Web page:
Children are often asked to forgive: forgive their sibling for grabbing a toy; forgive mom for being late; forgive a friend at school for pulling out their hair. When we teach a child about forgiveness, do we really insist on the repetition of words like ‘sorry’ and ‘I will never repeat this again’ or are we really particular in teaching them to let go of things?
It is important for children to understand compassion, kindness, and forgiveness. By instilling the virtue of kindness in our child, we help the child to use an essential life tool in navigating through childhood and adolescence in an easier way. Holding on to anger will lead to anxiety and depression for children and adults. The earlier forgiveness is taught, the earlier we can groom the child to grow up as an individual free of anxiety and depression.
There is also a misconception that forgiving means forgetting, which might bring on the fear that it will happen again. In order to forgive sometimes we need to look beyond the action and understand the person. Helping your child understand a possible trigger for the person’s actions encourages compassion and forgiveness. Here are some thoughts which we as parents can ponder on to inculcate forgiveness in children.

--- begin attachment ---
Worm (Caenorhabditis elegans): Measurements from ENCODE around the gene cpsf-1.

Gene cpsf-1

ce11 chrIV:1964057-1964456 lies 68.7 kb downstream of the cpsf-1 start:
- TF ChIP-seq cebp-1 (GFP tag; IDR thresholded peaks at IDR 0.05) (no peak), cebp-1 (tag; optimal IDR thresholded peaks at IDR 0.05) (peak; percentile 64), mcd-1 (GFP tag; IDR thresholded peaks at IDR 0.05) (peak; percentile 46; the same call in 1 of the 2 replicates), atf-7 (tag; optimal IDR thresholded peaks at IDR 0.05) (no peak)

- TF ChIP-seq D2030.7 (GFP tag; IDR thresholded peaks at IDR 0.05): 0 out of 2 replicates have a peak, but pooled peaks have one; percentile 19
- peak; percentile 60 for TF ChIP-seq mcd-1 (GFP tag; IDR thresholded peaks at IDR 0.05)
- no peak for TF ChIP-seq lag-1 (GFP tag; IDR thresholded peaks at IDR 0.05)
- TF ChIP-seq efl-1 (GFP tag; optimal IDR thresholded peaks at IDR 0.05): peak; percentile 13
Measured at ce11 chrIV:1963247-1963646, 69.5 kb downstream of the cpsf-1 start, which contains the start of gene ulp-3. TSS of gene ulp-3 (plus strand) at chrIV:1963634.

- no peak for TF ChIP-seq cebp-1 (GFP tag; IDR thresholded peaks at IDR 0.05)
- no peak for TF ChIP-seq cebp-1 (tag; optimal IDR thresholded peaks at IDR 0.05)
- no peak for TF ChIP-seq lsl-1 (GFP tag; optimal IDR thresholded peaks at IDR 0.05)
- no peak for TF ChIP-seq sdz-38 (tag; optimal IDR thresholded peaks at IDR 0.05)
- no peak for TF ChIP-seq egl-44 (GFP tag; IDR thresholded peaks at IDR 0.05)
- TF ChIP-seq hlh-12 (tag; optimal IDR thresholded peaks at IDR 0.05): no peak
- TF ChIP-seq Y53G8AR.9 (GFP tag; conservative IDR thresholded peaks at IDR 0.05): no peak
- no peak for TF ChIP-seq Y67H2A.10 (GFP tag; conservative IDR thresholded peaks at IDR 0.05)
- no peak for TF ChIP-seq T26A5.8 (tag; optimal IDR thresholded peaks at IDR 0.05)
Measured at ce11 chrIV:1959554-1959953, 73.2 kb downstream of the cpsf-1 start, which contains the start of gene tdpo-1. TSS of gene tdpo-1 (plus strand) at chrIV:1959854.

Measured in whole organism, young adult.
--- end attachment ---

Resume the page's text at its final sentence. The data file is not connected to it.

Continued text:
Understanding the feelings of your Child
Before asking our child to forgive, let go or excuse a behaviour, it is first important to identify the feeling your child is experiencing. Is he or she frustrated, angry, embarrassed, or disappointed? The child first needs to understand how he/she feels before they really forgive. Instead of asking our child to immediately accept their sibling’s “I’m sorry,” have them clearly express how they feel. For example, your child should be able to say, “Sam, I am really upset that you have taken my notebook without my knowledge. Next time, please let me know when you need one.’
Give It Time
We can’t force our children to forgive someone. If we pressure them to say something when they don’t mean it, nothing gets solved. Explain the importance and the benefits of forgiving, however the actual act must come from their heart and not our demands. Give it time.
Perspective : able to see things from the other side
We need to teach our kids proper perspective—to be able to see things from the other side. For instance your child has a good friend who has suddenly stopped talking to your child She feels lonely and betrayed. All your daughter knows is what she’s feeling, but that’s only half the story. Help her to think about what her friend might be feeling. What made her keep away from your daughter. We don’t know. Let’s insist to our children that we should not jump to conclusions. Forgiving is much easier when we know the whole story and not just half of it.